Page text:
Compliance

11:43 AM
Joe Pitzo, Wausau Financial Systems
Joe Pitzo, Wausau Financial Systems
Commentary
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Paperless Treasury Management Helps Ensure Compliance

Financial institutions face even heavier compliance duties to ensure all documents are accounted for and signed.

Constantly changing regulations and FFIEC guidelines continue to alter the way financial institutions manage their deposit and other commercial services. This means financial institutions face even heavier compliance duties to ensure all documents are accounted for and signed. That can prove painful since many still process data manually, a time-intensive chore that triggers errors – from missing documents to inaccurate data. The audit answer: Go paperless in treasury.

Traditionally, treasury management ranks among a financial institution’s most paper-intensive processes. Often, salespeople have to make multiple photocopies or follow an extensive checklist to route paperwork to their implementation teams for ACH, lockbox, remote deposit, wires or other services. This time-consuming process is prone to errors and often employs manual tracking methods to ensure that all services are accurately ready by the delivery date.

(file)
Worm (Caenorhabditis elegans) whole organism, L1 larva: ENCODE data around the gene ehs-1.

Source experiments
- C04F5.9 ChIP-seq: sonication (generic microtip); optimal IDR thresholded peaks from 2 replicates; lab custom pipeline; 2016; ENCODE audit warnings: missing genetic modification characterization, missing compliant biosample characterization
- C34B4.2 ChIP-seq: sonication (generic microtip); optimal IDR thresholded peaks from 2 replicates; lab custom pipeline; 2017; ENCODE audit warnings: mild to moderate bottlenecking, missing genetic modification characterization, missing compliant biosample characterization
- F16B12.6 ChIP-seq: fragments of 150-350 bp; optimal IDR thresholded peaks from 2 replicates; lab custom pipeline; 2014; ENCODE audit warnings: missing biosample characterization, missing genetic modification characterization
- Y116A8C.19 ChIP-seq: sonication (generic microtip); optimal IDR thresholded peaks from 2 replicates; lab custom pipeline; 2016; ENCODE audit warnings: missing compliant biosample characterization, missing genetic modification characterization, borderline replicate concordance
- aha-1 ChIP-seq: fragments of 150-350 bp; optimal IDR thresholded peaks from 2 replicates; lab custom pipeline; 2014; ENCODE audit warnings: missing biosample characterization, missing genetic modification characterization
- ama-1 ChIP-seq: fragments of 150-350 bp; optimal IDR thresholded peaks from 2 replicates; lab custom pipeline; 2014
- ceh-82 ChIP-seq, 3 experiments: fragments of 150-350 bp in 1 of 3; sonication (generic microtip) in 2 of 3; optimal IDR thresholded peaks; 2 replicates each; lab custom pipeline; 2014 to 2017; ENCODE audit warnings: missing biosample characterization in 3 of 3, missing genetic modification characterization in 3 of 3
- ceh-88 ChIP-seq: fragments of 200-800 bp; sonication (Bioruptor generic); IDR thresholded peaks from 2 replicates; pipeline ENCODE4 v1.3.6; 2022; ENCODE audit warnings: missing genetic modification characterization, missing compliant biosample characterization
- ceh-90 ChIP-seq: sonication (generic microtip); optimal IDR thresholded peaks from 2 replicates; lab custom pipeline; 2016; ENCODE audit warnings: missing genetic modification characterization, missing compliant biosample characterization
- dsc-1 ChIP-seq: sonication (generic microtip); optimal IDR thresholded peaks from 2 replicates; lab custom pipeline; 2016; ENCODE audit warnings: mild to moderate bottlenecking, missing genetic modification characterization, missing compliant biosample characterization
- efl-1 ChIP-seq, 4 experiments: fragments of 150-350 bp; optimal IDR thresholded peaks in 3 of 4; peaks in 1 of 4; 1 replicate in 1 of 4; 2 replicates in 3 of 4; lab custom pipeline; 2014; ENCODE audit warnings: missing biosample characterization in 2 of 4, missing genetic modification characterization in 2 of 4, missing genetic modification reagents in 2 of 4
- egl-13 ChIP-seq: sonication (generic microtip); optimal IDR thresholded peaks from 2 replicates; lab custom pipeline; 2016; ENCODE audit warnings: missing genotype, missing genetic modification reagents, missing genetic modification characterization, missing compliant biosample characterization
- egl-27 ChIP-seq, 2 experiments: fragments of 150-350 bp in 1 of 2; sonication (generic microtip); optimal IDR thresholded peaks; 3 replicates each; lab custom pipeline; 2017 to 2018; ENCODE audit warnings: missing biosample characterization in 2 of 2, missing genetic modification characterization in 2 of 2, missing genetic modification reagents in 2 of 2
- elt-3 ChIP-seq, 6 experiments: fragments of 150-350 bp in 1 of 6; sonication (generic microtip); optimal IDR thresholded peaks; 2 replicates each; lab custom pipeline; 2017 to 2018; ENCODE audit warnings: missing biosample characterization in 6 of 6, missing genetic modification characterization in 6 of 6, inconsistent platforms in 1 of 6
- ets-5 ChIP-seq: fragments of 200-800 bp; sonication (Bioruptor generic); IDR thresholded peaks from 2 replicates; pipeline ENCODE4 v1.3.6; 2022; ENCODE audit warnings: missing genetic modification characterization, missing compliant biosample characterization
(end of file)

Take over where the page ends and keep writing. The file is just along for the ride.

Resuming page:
But with today’s advanced technology, a bank can easily create its master agreements in the office, eliminating the need to enter the same information multiple times. Documents can be signed electronically using an iPad or a laptop and be sent back to central operations before the salesperson returns to the office. The documents then enter a workflow, guided by specialized software that automatically tracks forms, standardizes processes and makes it virtually impossible to lose track of a document. This assures its policies and procedures adhere to regulatory rules and regulations, thus satisfying auditors.

Specifically, how does a paperless treasury strategy help avoid riling regulators? There are several ways:

-- Capturing the right data at the source